Updated: May 7, 2020
Oxygen therapy is one of my favourite extras to any facial treatment. I choose it because it’s non-invasive, it gives the skin noticeable hydration and instant radiance and can be used on just about anyone.
Pure oxygen is no longer just a festival thing, but is now a device you can use at home, a dome you can slide under during a facial, and it’s even made its way into anti-blemish make-up and oxygenating face masks. It sounds like a gimmick, right? Oxygen, the stuff that’s all around us anyway, used in a facial and our products. This non-invasive technology boasts all kinds of benefits from calming acne to boosting blood flow, but how much of this fact and what is fiction? Find out everything you need to know about oxygen therapy, it’s effect on the skin and how it may boost your monthly facial in this latest post.
What does oxygen do for the human body?
Oxygen is one of a handful of things that the human body needs to stay alive. Breathing in oxygen:
Helps the body to burn food
Eliminate the amount of carbon dioxide the body produces
Help maintain healthy cells
We breathe in oxygen, but only 20% of it due to the earth’s atmosphere made up of other gases. This is not exactly bad news, because when we have too much oxygen, just like if we don’t get enough, it can lead to seriously poor health.
It’s important to know that when we are young and healthy, our body utilises oxygen a lot more effectively. As our bodies grow older or our health becomes compromised, it slows the ability to retain and utilise oxygen around the body as efficiently, which can contribute to the inevitable breakdown of collagen and elastin. Heart conditions, high altitude environments and smoking can also affect the way our bodies use oxygen.
What do oxygen facials involve?
Oxygen facials are becoming increasingly popular amongst aestheticians’ and regularly shown off on social media. These facials generally use a machine that delivers high-pressurised oxygen to the skin. The sensation can take your breath away at first but is undeniably comfortable as you only feel a mild pressure when it is worked over the skin.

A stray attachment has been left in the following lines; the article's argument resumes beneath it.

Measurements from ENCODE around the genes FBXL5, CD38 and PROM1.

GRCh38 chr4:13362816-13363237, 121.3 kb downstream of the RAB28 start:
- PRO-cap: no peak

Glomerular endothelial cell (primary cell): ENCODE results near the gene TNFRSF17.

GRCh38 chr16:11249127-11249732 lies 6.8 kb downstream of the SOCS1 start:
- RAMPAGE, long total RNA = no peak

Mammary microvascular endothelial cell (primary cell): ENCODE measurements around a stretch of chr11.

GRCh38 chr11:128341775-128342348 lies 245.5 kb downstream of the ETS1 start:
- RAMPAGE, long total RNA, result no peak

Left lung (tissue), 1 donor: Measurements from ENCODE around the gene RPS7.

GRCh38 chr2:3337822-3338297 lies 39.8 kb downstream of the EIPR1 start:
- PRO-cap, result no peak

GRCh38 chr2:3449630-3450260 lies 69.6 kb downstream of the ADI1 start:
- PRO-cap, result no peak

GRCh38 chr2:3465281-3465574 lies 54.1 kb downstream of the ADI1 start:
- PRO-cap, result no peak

Often these machines will be used to help work topical lotions, serums and essences into the skin, that can help target certain skin conditions and enhance the hydrating and plumping process of the treatment.
For best results, I like to perform an exfoliation treatment first, like microdermabrasion or dermaplaning to enhance the penetration of products being used in the oxygenation step of the facial.
How does oxygen affect the skin?
Pressurised oxygen is safe enough to use on all skin types as it doesn’t interrupt the skin’s barrier unlike other favoured skin facial therapies like microneedling, skin peels and laser.
Oxygen is great for giving the skin an instant boost or glow but provides only short-term effects. Because this treatment is so gentle, the effect from this treatment only tends to last only a few days. The effects that can follow after an oxygen facial includes:
Oxygen facials are renowned for the temporary plumping effect and this is most likely because of the skin’s inflammation response that is caused from the high-pressure oxygen.
Before and after an oxygen facial via flawlessbody
Increased moisture and hydration
Oxygen facials can make the skin appear more moisturised, but this probably a result from the products being used. Skincare can help make an oxygen facial treatment more selective, as they help to target certain skin issues rather than the oxygen itself.
Reduction in oil and congestion